Illinois Department of Natural Resources
August 2021
August 30, 2021
Photo by Townsend Walton.

Upland Game Fall Hunting Forecast 2021-2022

By Wade Louis
Tall grasses line a fence next to an agricultural field in fall. Small trees are interspersed along the fence, and in the background is a partly cloudy sky.
Photo by Gred Crick.

Upland game populations in Illinois have seen a slow, steady decline for most of the last 50 years. Changes in agriculture and land use have led to less upland habitat on the landscape. Modern farms are bigger, have fewer fencerows and idle areas, and consist of primarily two crops—corn and soybeans. Rabbits, quail and pheasant thrived alongside the diverse agricultural practices of the 1950s and 60s when farms had more livestock, small grains, pasture and fencerows. During the 1970s, the shift in agricultural practices and land use accelerated and populations of upland game, and the number of hunters, began a noticeable decline that continues today.

Statewide, there is less suitable habitat available in Illinois than in years past. Localized areas of high-quality habitat can still be found across the state, but overall, fewer areas exist that support good populations of upland game. In turn, this provides less opportunity for hunters.

The winter of 2020-2021 was relatively mild and winter mortality due to weather was likely low for pheasant and rabbit. A two-week cold snap in late January/February brought ice, snow and below normal temperatures for quail in the southern part of the state. These conditions likely contributed to an above normal mortality event for quail in these areas. Spring brought average (northern and central Illinois) to normal (southern Illinois) rainfall over a large portion of the state. Above normal June-August rain fall totals in the central portions of the state potentially impacted second nesting attempts and rabbit litters. From late June through most of July, weather conditions improved across much of the state.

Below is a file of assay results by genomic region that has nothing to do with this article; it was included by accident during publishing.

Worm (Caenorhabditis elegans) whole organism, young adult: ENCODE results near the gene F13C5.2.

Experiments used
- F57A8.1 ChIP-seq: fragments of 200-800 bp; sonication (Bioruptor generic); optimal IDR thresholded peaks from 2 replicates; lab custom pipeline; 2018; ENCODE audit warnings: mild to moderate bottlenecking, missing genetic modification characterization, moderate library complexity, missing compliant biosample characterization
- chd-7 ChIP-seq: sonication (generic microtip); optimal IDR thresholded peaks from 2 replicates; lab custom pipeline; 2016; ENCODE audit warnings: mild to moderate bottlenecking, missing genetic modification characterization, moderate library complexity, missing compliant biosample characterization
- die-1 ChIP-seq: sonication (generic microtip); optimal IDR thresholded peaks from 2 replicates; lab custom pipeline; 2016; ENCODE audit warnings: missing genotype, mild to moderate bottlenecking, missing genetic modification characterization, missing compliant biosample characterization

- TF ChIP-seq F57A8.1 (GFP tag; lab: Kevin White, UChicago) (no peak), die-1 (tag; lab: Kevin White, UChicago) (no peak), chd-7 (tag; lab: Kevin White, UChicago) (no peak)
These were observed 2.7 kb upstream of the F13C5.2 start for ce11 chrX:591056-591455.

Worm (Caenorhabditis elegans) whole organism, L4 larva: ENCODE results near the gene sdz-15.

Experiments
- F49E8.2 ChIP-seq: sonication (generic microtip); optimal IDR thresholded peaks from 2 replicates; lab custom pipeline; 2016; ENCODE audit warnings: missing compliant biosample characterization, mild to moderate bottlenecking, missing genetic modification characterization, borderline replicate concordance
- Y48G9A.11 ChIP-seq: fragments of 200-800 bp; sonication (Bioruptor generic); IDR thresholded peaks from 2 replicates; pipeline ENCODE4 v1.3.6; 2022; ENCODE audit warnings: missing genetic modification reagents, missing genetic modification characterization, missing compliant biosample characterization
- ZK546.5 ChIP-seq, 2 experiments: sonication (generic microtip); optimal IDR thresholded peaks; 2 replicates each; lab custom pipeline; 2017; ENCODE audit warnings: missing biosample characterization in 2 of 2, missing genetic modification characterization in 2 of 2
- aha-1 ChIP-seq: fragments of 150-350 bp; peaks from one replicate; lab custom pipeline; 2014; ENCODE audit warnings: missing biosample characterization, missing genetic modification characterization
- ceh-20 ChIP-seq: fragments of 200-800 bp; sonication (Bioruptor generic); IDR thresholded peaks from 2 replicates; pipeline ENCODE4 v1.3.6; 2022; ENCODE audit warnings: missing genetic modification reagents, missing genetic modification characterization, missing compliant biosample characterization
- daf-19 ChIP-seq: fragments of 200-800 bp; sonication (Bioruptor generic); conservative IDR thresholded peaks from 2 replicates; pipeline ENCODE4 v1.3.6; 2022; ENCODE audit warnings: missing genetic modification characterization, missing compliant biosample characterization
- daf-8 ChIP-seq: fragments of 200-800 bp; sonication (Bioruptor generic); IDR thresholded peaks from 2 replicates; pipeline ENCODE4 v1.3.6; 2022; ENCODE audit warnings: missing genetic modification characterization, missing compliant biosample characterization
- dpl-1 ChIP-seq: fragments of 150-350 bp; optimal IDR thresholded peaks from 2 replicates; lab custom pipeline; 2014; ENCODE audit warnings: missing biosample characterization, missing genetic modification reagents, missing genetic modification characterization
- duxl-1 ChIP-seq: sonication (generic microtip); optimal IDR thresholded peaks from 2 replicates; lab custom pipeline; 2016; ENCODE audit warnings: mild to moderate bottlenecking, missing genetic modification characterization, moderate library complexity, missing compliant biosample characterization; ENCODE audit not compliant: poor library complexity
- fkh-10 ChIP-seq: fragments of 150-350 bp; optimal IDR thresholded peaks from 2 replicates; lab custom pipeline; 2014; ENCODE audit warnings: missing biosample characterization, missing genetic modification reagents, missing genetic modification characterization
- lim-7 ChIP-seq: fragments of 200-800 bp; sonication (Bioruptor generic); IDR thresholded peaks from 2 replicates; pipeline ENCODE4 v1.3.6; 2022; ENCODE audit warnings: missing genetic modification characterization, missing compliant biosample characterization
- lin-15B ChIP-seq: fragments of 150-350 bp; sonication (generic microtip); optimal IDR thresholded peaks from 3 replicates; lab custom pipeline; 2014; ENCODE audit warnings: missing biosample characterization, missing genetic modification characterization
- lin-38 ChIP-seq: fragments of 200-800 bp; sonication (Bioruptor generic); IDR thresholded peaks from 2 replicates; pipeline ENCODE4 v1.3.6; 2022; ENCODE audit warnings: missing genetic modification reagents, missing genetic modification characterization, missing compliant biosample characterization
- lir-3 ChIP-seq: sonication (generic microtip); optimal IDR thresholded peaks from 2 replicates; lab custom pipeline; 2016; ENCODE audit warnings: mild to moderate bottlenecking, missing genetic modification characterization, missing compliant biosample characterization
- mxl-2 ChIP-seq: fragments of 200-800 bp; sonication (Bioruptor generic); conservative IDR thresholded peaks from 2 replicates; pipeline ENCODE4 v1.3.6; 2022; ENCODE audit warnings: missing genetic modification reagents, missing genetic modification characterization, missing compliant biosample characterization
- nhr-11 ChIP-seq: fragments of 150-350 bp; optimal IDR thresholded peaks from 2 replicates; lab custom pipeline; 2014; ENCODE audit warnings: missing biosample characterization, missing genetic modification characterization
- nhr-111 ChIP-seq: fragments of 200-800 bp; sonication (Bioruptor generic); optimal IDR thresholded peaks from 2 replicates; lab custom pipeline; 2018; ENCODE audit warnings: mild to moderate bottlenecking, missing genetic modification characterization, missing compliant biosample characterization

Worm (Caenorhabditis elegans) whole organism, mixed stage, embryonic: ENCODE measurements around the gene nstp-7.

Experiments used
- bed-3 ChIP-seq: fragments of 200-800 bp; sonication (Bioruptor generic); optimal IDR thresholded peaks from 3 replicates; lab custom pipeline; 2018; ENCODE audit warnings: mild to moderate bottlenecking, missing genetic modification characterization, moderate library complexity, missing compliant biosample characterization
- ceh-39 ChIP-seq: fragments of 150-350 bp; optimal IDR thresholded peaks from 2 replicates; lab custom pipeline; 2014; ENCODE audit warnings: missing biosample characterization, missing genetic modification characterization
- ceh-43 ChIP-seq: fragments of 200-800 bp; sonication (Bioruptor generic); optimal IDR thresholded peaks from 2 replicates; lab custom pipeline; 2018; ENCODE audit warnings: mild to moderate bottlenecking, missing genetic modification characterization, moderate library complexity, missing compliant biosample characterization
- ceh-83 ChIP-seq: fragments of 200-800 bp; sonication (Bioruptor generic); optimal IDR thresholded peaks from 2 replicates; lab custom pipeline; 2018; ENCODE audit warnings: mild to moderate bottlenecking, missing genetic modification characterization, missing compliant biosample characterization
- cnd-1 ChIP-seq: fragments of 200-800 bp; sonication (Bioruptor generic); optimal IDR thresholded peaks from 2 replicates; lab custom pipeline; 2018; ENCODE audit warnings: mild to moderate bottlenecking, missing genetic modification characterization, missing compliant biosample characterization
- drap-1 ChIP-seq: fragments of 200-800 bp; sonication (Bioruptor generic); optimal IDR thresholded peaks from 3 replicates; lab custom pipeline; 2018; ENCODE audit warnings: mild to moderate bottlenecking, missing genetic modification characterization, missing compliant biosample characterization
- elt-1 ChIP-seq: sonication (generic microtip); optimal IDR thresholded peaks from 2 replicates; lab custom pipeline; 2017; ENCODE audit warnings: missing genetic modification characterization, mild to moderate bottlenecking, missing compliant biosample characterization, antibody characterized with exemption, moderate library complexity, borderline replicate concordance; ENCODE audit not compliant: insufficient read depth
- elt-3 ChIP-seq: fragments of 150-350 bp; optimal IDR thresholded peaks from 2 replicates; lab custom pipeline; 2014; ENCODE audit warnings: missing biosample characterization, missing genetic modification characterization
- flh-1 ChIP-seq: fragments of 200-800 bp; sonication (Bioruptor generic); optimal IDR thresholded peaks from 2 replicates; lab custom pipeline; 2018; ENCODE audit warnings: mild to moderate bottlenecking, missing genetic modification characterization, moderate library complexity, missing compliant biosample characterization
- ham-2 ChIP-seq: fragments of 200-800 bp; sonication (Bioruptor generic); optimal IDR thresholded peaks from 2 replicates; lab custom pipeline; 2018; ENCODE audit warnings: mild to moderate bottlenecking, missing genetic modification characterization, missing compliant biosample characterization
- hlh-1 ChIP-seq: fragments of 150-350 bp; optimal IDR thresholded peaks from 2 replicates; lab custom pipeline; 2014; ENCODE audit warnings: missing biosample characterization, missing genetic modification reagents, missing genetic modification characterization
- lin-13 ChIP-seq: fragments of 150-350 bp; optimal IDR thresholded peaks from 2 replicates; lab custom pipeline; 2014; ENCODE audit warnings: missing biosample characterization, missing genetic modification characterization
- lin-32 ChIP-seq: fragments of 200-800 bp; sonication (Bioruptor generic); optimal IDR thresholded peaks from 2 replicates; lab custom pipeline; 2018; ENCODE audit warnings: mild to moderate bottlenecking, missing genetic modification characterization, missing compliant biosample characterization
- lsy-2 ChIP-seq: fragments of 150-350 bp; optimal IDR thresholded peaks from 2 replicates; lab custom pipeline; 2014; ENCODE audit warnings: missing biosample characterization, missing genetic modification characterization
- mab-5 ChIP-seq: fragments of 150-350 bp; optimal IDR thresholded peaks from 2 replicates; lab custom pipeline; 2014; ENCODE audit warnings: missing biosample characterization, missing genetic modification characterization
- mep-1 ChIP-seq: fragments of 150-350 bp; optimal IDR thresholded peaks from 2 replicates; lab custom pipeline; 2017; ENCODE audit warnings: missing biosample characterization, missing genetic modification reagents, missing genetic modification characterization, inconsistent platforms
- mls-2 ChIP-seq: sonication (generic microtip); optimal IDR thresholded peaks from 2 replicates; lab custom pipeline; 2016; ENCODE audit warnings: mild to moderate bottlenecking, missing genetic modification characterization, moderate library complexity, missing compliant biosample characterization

The key to a successful hunt this fall will be locating and accessing quality habitat. All three of these species require different habitats, but there is considerable overlap. All three need protected places to raise their young, escape from predators, shelter from severe weather, and find adequate food and water. The most limiting factor for the birds seems to be quality brood cover. This consists of areas with plenty of bare ground, allowing chicks to move while hunting for insects, as well as possessing sturdy overhead forbs to conceal chicks from predators. Rabbits need brush piles or dense vegetation to escape predators and take shelter from the elements. Pheasant prefer larger grasslands with fewer trees. Quail are rarely found more than 75 yards from escape cover where they can hide from predators.

2021-22 Hunting Season Outlook